Christmas sans lefse
I have celebrated Christmas every year of my life by spreading butter and sugar on lefse, rolling it up and biting into this delicious Norwegian delicacy. It is an important tradition that brings back memories of childhood and the tales about our ancestors who lived in Norway for centuries. The immigrants brought these food traditions, as well as numerous other traditions, with them to Minnesota where we dutifully and thankfully continue to practice them. It has been reported that some Norwegian Americans get teary-eyed while consuming lefse by the handful. I can’t say that that has ever happened to me – although I could say that about lutefisk (the lye that the fish is soaked in does tend to water the eyes).
In 2003 I did not get to eat lefse. One of my daughters and her family lived in New Jersey. Because of work schedules they never get to spend Christmas in Minnesota. So, I decided to go there for Christmas – while the boys were still little. It was my job to prepare the Christmas Eve dinner – reminiscent of our traditional family dinner. I wanted the little boys to experience the tradition of a Norwegian meal since they had lived most of their lives in “Italian” country eating lots of pasta and pizza. So I came prepared with a large package of lefse. My daughter was the minister of music for the church so her entire day had been spent playing organ, directing choirs and singing herself at the multiple services. When she arrived home at 8 p.m. I had the dinner ready, the table set with the piping hot food. I called the family to the table, we sat, said grace – and the boys looked over the food offerings. “Where is the lefse?” asked Anders. “Well, I set it right next to you,” I replied. “There is only an empty plate next to me.” The family dog, Belle, had been following me around all afternoon – but was now nowhere to be seen. I rushed out of the room – and there under the Christmas tree was Belle, gobbling the last of the lefse.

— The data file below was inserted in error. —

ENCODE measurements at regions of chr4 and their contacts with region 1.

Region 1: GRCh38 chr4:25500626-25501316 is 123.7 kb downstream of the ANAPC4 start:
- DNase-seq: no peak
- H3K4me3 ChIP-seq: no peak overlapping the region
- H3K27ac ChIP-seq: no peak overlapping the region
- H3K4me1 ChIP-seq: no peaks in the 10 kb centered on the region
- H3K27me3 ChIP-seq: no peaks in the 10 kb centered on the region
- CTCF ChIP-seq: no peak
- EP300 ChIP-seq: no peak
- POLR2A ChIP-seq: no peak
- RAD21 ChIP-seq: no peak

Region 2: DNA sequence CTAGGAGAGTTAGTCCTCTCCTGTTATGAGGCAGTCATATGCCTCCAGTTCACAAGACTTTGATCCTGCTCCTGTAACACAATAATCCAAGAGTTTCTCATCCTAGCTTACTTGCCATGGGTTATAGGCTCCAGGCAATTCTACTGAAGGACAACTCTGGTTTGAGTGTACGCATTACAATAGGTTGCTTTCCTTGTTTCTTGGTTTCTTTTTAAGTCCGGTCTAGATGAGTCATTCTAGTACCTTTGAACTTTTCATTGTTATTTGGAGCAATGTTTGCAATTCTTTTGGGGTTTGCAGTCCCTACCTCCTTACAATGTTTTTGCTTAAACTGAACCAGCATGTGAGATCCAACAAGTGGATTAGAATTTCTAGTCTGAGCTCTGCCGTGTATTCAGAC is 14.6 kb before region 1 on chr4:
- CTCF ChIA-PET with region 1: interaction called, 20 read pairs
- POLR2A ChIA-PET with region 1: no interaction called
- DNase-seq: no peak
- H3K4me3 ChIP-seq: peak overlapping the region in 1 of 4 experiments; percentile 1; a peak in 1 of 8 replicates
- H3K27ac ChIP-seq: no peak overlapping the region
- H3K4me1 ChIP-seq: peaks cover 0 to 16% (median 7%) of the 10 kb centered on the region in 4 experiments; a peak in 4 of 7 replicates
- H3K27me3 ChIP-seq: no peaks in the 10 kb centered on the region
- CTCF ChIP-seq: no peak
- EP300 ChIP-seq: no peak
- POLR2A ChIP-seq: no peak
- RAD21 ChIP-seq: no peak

I have to back up a bit in order to share a bit of history about Belle. She and I have never gotten on very well. I first met Belle back in the summer of 1998 when I was visiting. My daughter and I were going to travel into New York City to attend a Broadway play. She was ready and waiting for me downstairs – and called up to me to ask that I bring down her diamond earrings that were in a white leather box on her bureau. I brought the box down with me – and just then the phone rang. I set the box on the table, answered the phone, rushed out to my daughter in the waiting car – and forgot all about the earrings, as had she.
When we again thought about the earrings it was too late to return for them. But when we returned that evening the box was gone. My son-in-law mentioned a metal box that he found the dog chewing on out in the yard. We found the box – opened it – the earrings were gone. I went to find Belle, checked her ears – but she was not wearing the earrings. The next several days were spent searching the backyard that Belle was confined to. Neighbors came to help, combing every inch of the property. This was all my fault (or nearly all) for setting the box on the table. The next day I drove into Sparta and rented a metal detector in hopes that there was enough metal on the earrings to cause the detector to respond. No such luck. The last day of my stay was coming to an end. My plane was leaving in the late afternoon. I returned the metal detector then made one last-time search of the backyard. It was noon and the sun was shining directly down over the backyard. As I again searched the same area that I had searched countless times before – something sparkled in the grass. I screamed and fell to my knees, scooping up the diamonds. Belle came leaping over to me. Workmen, who were installing an outdoor swimming pool next door, heard my scream and leaped over the five-foot fence to come to my rescue. I had to explain to them that the dog was not attacking me, but rather, I had just found diamonds.
I renamed Belle, “Diamond Belle” but could not really forgive her for stealing my daughter’s diamonds. And now, she had stolen the lefse. My attitude toward Belle was far from “Christian” on this the birth date of Christianity.
Later that evening when the dishes were done and placed back into the cupboard, the family again joined together in the living room where the tree stood decorated in all its glory. The presents were passed out and enjoyed by all. Diamond Belle came over to the sofa where I sat, climbed up, gently laid her head on my lap and looked up at me with her soulful eyes. In that moment I forgot all her past transgressions and realized that “a girl’s got to have her diamonds” – and sometimes her lefse too.